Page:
The art of feeding those red kettles

  • Article by: JAMES LILEKS , Star Tribune
  • Updated: December 8, 2012 - 5:05 PM

If you don't hit the kettle on the way in, you want to say, "Get you on the way out." But if you hit it on the way in, you want to say, "Got you on the other side!" as you walk out.

The Red Kettle Bell Ringer sang Christmas carols in a voice that carried to the end of the asphalt tundra. She only sang the first few lines, which made her sound like a commercial for a Time-Life compilation, and she was mixing up the lyrics as she went along. Frosty the Reindeer / had a very jolly hat / Then one foggy Christmas Eve / Santa came to life one day and so on. Then:

The weather outside is scary and the fire is so delightful, so as long there's a red nose, please no snow please no snow please no snow. (I'm paraphrasing.)

I thought: NO SNOW? This is the only time I want snow. Please, a thick blizzard with a slantwise shrieking wind that feels like someone fed sewing needles into a jet engine, and accumulations throughout the night so you wake and find every individual hue and sharp shape of the world erased, as though the clouds had descended and laid down for a long winter's nap. If ever we wanted snow, it's now.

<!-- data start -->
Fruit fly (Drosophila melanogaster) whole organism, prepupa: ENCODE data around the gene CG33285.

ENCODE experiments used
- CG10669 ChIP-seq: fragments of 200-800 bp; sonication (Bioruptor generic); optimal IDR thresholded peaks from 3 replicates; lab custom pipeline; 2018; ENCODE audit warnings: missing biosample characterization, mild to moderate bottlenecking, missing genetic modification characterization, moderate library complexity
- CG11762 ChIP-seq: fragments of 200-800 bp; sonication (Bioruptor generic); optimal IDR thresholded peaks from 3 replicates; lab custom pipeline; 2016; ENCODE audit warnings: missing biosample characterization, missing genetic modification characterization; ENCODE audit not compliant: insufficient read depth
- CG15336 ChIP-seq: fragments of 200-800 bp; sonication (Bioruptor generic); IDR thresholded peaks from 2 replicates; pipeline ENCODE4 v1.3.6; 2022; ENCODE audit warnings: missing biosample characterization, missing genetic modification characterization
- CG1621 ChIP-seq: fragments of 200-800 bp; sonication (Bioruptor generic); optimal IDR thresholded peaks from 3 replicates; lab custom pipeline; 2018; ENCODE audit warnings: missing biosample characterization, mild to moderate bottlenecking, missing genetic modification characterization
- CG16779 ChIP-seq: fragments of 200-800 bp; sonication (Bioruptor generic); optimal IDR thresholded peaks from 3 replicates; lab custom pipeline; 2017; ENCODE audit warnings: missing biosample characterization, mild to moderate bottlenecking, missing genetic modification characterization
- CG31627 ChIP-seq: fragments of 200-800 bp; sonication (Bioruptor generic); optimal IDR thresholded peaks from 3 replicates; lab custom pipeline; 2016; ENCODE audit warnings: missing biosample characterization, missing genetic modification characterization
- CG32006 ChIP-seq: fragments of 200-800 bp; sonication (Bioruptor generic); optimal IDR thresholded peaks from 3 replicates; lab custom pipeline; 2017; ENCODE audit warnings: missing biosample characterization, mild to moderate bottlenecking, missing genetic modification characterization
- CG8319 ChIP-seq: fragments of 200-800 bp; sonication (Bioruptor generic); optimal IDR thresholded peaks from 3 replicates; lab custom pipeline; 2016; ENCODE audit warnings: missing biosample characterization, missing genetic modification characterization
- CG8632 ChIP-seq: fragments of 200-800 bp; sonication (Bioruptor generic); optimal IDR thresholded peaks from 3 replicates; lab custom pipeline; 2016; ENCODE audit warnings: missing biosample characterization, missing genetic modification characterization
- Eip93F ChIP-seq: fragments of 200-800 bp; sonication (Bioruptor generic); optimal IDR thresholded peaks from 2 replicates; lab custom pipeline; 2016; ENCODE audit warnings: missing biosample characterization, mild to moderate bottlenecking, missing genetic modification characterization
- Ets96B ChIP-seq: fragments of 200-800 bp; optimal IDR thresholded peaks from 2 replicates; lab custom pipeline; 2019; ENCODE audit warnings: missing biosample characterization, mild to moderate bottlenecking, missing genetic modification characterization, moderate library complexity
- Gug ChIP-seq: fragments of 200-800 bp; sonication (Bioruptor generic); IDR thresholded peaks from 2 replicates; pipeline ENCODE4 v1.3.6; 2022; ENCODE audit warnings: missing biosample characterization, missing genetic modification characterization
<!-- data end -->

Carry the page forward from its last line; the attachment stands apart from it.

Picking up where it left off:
Won't give her any money.

Just kidding. I fed the kettle, because that's what we do. It's the right thing. But there's an art to doing this. If you don't hit the kettle on the way in, you want to say "Get you on the way out," but the ringer probably hears that all the time and finds it difficult to trust anyone these days.

But if you hit it on the way in, you want to say, "Got you on the other side!" as you walk out. "Just didn't want you judging the back of my head and thinking, 'Thanks for nothing, selfish orphan-kicker' as I walk away!" That's prideful. It's not about you.

"It kinda is," you say. Fine. Set your hair on fire on the way in and right before you leave the store. Oh, right, you're the guy on fire, I remember you. God bless you. You might want to put some salve on that.

That's if they care. Some stand by the kettle like stone-faced statues. They ring the bell with all the joy of someone pulling a cart that collects bubonic plague victims. If the bell-ringer's happy, though, I'll bet it boosts contributions 10 times. And if they're singing? Even better. Let it noel! Let it noel!

By the way, don't put in a buck and ask for a quarter back. They don't make change. Except for the part about changing someone's bad Christmas into a better one.

jlileks@startribune.com • 612-673-7858

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